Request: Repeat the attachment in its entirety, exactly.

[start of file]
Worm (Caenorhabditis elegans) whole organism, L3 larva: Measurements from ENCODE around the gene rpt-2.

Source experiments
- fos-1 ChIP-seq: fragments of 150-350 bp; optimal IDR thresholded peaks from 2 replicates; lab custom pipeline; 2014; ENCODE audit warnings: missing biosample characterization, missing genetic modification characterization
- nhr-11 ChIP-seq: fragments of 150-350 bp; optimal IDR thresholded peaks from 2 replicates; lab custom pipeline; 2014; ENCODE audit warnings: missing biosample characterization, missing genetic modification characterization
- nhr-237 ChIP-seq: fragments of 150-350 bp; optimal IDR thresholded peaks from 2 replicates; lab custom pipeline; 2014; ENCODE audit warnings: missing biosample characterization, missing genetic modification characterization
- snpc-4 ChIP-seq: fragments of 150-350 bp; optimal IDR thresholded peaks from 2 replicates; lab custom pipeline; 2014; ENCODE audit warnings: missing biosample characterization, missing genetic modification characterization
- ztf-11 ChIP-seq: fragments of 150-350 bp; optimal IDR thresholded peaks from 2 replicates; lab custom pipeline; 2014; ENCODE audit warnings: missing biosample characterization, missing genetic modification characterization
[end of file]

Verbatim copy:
Worm (Caenorhabditis elegans) whole organism, L3 larva: Measurements from ENCODE around the gene rpt-2.

Source experiments
- fos-1 ChIP-seq: fragments of 150-350 bp; optimal IDR thresholded peaks from 2 replicates; lab custom pipeline; 2014; ENCODE audit warnings: missing biosample characterization, missing genetic modification characterization
- nhr-11 ChIP-seq: fragments of 150-350 bp; optimal IDR thresholded peaks from 2 replicates; lab custom pipeline; 2014; ENCODE audit warnings: missing biosample characterization, missing genetic modification characterization
- nhr-237 ChIP-seq: fragments of 150-350 bp; optimal IDR thresholded peaks from 2 replicates; lab custom pipeline; 2014; ENCODE audit warnings: missing biosample characterization, missing genetic modification characterization
- snpc-4 ChIP-seq: fragments of 150-350 bp; optimal IDR thresholded peaks from 2 replicates; lab custom pipeline; 2014; ENCODE audit warnings: missing biosample characterization, missing genetic modification characterization
- ztf-11 ChIP-seq: fragments of 150-350 bp; optimal IDR thresholded peaks from 2 replicates; lab custom pipeline; 2014; ENCODE audit warnings: missing biosample characterization, missing genetic modification characterization